Stacked skyscraper echoes traditional Ecuadorian architecture
Uribe Schwarzkopf has been on a superb run lately and following the completion of several of its extraordinary skyscrapers in Ecuador, including notable projects by MVRDV and BIG, the developer has commissioned yet another for the South American country. Named Yoo Guayaquil, it will feature an eye-catching overall form and will reach a height of 176 m (577 ft).
Yoo Guayaquil (aka Yoo Gye) has been designed by renowned French industrial designer Philippe Starck under the Yoo Inspired by Starck label. Despite the renders depicting the building in a bucolic rural spot, it will actually be in the bustling port city of Guayaquil. It will also be among the tallest buildings in Ecuador, well surpassing the current tallest, but apparently coming behind MAD's Qondesa, which the same developer says will be the country's tallest, despite not revealing its planned height.
The skyscraper's overall design will take the form of a series of offset volumes stacked on top of each other and tapering as it rises. This will be enlivened by terraces planted with native greenery, plus arches that recall local traditional architecture styles.
"Yoo Gye's exterior facade takes inspiration from local architecture and nature," explained Starck's press release. "Rounded arches are used throughout the design, a common motif found in the area which originates from styles imported from Italy and Spain at the end of the 19th century and the turn of the 20th. In the traditional architecture of Guayaquil arches were used as an aesthetic and practical solution for the facade, allowing the incorporation of windows and shutters to facilitate ventilation. Yoo Gye's arches serve a functional purpose as well as framing the landscapes and creating a seamless connection to the surroundings."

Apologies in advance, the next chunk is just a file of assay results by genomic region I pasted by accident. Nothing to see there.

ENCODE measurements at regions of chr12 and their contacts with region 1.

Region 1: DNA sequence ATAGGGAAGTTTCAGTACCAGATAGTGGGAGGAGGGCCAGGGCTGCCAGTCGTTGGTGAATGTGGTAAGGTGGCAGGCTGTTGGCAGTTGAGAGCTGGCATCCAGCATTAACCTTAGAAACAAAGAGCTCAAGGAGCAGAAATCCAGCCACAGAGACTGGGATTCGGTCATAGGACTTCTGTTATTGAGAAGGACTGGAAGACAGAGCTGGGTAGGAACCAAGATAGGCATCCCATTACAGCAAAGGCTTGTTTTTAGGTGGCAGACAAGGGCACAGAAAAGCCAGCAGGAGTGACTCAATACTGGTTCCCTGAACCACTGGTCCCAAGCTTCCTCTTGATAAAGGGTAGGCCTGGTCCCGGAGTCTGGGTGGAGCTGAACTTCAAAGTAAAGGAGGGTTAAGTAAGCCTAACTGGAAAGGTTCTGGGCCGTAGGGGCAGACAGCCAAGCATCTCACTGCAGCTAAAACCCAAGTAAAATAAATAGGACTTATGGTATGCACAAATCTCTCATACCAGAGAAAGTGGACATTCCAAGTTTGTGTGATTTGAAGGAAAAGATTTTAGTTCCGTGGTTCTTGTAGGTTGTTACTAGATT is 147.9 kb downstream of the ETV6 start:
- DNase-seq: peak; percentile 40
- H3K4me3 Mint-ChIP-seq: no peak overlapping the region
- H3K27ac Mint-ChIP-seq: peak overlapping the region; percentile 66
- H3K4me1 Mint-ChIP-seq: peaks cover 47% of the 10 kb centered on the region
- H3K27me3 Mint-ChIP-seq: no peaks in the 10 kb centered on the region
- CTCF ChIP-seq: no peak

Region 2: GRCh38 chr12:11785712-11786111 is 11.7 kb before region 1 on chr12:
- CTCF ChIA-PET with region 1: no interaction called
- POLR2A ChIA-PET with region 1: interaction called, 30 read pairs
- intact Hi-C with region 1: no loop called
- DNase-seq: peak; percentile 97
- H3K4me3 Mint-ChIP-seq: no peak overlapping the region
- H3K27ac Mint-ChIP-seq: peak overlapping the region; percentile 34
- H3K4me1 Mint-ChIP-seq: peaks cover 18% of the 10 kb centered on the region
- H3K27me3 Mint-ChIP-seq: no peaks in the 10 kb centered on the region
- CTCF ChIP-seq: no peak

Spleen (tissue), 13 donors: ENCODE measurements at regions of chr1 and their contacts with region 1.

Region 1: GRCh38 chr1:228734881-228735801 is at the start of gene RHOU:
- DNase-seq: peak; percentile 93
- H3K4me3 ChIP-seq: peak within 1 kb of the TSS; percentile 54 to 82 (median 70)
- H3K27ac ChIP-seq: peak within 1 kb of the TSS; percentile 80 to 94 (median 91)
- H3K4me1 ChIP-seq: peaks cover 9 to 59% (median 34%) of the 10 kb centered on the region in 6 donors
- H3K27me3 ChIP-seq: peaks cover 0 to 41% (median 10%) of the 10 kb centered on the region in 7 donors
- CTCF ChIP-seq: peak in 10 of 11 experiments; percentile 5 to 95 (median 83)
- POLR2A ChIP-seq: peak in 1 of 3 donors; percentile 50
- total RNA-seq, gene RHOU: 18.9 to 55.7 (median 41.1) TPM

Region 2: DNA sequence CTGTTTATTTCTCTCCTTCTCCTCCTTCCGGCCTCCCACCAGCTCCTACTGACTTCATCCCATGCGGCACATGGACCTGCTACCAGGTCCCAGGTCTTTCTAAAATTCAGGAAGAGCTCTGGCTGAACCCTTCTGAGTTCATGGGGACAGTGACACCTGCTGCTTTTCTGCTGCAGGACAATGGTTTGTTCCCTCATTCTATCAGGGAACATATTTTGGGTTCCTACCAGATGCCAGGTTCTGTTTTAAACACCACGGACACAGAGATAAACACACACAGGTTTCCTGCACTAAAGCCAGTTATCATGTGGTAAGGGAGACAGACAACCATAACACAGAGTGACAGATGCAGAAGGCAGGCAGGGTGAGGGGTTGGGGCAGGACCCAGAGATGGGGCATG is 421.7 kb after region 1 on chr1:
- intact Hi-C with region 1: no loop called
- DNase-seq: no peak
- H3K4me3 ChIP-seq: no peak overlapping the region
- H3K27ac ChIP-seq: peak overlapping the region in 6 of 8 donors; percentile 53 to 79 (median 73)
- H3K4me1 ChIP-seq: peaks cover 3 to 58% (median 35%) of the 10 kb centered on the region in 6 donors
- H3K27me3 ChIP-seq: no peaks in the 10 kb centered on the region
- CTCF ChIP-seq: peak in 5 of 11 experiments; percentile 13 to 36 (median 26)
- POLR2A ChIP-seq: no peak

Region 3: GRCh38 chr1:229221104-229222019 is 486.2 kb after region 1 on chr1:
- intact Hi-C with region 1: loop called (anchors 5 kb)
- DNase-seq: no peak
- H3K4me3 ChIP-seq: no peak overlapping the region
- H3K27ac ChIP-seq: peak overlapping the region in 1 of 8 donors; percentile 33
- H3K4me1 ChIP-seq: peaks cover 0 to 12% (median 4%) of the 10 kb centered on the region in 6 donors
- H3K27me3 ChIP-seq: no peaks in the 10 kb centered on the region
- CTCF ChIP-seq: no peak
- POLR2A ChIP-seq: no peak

The skyscraper will consist of 46 floors, most of which will be given over to residential space, with a total of 633 apartments split into studios, suites and both two- and three-bedroom residences. Their interior design will feature a modern aesthetic, with high-end materials like marble and oak. There will also be amenities for residents including a gym, rooftop terrace, outdoor dining areas, a games room, bowling, and swimming pool, plus commercial space on the lower floors.
While it's certainly no sustainable powerhouse, Yoo Guayaquil will feature a modest degree of energy efficient design. Low-flow taps, showers and toilets will reduce water by an estimated 25% in comparison with a standard building of its size, while energy efficient heat pumps will provide hot water. Sensors will be used to ensure lights are only illuminated when actually required and recycled and recyclable materials will be used in construction.
Yoo Guayaquil is currently under construction and is expected to be completed sometime in 2027.